Using aflight simulator while you work on your private pilot's license is a huge advantage. It allows you to practice procedures, learn frequently used airports and become familiar with your avionics. Owning a home flight simulator allows you to practice everything you are learning in your flight lessons at home. Whether you are planning to get your private pilot's license or pursuing further ratings like your instrument or commercial rating, you can use your simulator throughout your training and beyond to stay proficient.
The minimum amount of flight training hours the FAA requires before you can take your private pilot check ride is 40 hours. Whilst astudent pilot, you will be learning many new concepts like aircraft systems, avionics, airspace, navigation, and a ton of other complex subjects. Having a home simulator will help you grasp these concepts before your flight lesson. Although your average home simulator will not count to your flight hours in your logbook you can use your simulator as a training tool that can help use your flight lessons time more efficiently, which may result in taking your checkride at the minimum 40 hours versus the national average of 70 hours. The savings a home simulator can offer can be in the thousands of dollars if you factor in the hours you may not need to log because you have become proficient in all the concepts with your home simulator.
So if you assume that without a simulator you will be paying $12,600 (70 hours at $180 per hour) for your private pilot's license you could save almost $5,400 in-flight training. With a simple simulator that can cost $1,200, it becomes a no-brainer on how much a home simulator can save you.
One of the most complicated systems to learn in the aircraft is the avionics system. Garmin has made a bunch of general aviation avionics suites such as the GNS series, the GTN series, and theG1000. All of these avionics can be challenging to learn but with a home cockpit, you can become a master of these systems and even show your flight instructor a trick or two. Nothing is worse than paying for flight time plus the instructor hourly rate just to learn the avionics. With a simulator, you can learn these systems in the comfort of your home without the real-world stresses of actually flying an aircraft. Using a sim allows you to build muscle memory and learn these systems at your own pace.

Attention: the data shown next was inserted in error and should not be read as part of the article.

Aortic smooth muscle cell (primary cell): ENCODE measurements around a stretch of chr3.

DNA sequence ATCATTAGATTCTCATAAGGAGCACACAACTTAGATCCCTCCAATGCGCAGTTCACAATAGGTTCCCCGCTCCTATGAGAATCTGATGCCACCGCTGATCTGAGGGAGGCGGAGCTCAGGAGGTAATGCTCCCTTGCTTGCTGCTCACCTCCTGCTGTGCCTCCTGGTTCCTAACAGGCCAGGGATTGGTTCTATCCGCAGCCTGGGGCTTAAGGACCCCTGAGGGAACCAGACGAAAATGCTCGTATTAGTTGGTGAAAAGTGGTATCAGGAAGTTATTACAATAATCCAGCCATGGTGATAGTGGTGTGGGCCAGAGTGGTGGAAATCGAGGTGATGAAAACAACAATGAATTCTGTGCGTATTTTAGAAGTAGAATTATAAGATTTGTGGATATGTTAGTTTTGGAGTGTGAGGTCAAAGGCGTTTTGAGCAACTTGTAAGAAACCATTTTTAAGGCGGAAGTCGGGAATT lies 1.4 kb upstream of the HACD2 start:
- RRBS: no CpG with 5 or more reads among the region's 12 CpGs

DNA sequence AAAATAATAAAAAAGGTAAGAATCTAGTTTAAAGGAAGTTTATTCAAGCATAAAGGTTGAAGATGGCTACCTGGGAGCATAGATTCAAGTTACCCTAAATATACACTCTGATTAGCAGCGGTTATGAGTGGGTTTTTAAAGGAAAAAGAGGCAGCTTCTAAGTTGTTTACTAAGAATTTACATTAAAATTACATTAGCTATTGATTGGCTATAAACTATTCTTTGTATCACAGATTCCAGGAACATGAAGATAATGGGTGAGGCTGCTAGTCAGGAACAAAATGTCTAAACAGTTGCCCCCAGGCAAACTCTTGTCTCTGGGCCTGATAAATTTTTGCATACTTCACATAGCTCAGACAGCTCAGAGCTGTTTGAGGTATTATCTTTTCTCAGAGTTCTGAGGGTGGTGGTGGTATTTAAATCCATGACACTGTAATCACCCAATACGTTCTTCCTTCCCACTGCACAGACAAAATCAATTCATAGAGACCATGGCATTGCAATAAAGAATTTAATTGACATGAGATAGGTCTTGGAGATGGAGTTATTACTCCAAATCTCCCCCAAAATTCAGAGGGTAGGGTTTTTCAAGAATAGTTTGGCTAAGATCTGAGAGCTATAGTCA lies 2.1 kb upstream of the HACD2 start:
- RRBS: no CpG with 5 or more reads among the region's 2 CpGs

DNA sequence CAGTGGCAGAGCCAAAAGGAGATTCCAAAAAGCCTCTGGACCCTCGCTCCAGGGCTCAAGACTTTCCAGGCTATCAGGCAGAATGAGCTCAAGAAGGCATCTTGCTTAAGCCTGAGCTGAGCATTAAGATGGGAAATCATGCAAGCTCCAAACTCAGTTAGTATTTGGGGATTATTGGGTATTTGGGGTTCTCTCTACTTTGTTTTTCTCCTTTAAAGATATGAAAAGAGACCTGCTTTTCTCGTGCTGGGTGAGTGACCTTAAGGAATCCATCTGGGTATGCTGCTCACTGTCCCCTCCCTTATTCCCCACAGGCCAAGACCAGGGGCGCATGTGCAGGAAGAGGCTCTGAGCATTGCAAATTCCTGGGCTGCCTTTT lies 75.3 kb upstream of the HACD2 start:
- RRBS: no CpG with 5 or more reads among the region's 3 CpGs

One of the most useful features of a simulator is being able to put yourself into scenarios that you would not want to be in during a real-world flight. For example, you can create a scenario with near-zero visibility and really practice your scans and utilize the full power of your avionics equipment. You can also simulate system failures like vacuum pump failures, engine failures, and electrical failures. This will give you an opportunity to practice your emergency checklists. If performed correctly, the skills you learn in the simulator will translate into your real-world flying. We generally wouldn’t recommend flying in a summer storm or winter blizzard, however, while using a flight simulator you’ll be able to prepare and practice necessary techniques for those types of unpleasant conditions. Whether it’s wind, rain, ice, or snow, you'll be able to recreate any type of weather in a comfortable setting at your home.
Below is a breakdown of a simple simulator setup that will get you started, and is perfect for student pilots.
Simple Sim Setup -
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